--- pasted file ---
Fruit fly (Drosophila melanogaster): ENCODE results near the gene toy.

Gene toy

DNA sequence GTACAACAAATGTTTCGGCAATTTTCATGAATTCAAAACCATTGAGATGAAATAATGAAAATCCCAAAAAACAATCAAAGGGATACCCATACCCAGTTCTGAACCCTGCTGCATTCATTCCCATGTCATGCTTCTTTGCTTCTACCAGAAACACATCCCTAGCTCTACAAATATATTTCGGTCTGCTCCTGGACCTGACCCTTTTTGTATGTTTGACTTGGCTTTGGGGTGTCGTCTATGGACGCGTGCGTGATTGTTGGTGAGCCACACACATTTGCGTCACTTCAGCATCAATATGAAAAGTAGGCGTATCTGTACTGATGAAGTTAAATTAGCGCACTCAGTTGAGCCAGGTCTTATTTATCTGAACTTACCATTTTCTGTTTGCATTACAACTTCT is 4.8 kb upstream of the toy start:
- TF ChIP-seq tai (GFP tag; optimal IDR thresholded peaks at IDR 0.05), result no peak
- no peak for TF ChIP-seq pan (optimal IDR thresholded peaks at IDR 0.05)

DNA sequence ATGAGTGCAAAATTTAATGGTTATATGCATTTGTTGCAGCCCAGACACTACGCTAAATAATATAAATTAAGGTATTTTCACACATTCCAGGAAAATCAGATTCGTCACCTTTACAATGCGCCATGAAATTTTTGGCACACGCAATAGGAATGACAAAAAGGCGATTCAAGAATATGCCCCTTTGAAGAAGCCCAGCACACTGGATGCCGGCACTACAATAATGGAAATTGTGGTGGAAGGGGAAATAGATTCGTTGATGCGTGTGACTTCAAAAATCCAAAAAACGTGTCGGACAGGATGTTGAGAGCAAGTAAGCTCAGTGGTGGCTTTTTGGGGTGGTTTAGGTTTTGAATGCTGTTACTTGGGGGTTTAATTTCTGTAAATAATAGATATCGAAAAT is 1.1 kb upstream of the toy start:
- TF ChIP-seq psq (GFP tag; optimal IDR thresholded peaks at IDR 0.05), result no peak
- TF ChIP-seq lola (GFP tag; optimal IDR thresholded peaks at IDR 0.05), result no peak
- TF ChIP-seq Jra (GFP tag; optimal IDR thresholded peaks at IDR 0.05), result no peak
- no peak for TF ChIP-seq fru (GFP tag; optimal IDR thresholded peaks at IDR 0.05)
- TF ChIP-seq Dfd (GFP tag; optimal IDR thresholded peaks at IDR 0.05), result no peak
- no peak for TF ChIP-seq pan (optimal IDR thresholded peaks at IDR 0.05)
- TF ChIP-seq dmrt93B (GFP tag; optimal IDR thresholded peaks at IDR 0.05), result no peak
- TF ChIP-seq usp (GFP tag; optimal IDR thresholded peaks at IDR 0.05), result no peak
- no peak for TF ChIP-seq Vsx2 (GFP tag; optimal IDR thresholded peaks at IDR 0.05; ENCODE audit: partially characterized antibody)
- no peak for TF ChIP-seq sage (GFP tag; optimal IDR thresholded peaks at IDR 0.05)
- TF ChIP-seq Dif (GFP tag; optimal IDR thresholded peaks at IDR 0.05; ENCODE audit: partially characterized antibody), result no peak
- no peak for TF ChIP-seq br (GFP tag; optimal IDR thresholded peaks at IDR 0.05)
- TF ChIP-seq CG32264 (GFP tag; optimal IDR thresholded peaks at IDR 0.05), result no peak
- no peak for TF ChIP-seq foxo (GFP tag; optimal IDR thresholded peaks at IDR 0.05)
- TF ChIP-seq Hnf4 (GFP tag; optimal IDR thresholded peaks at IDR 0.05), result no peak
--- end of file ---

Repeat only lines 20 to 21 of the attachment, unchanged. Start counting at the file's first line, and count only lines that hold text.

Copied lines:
- no peak for TF ChIP-seq foxo (GFP tag; optimal IDR thresholded peaks at IDR 0.05)
- TF ChIP-seq Hnf4 (GFP tag; optimal IDR thresholded peaks at IDR 0.05), result no peak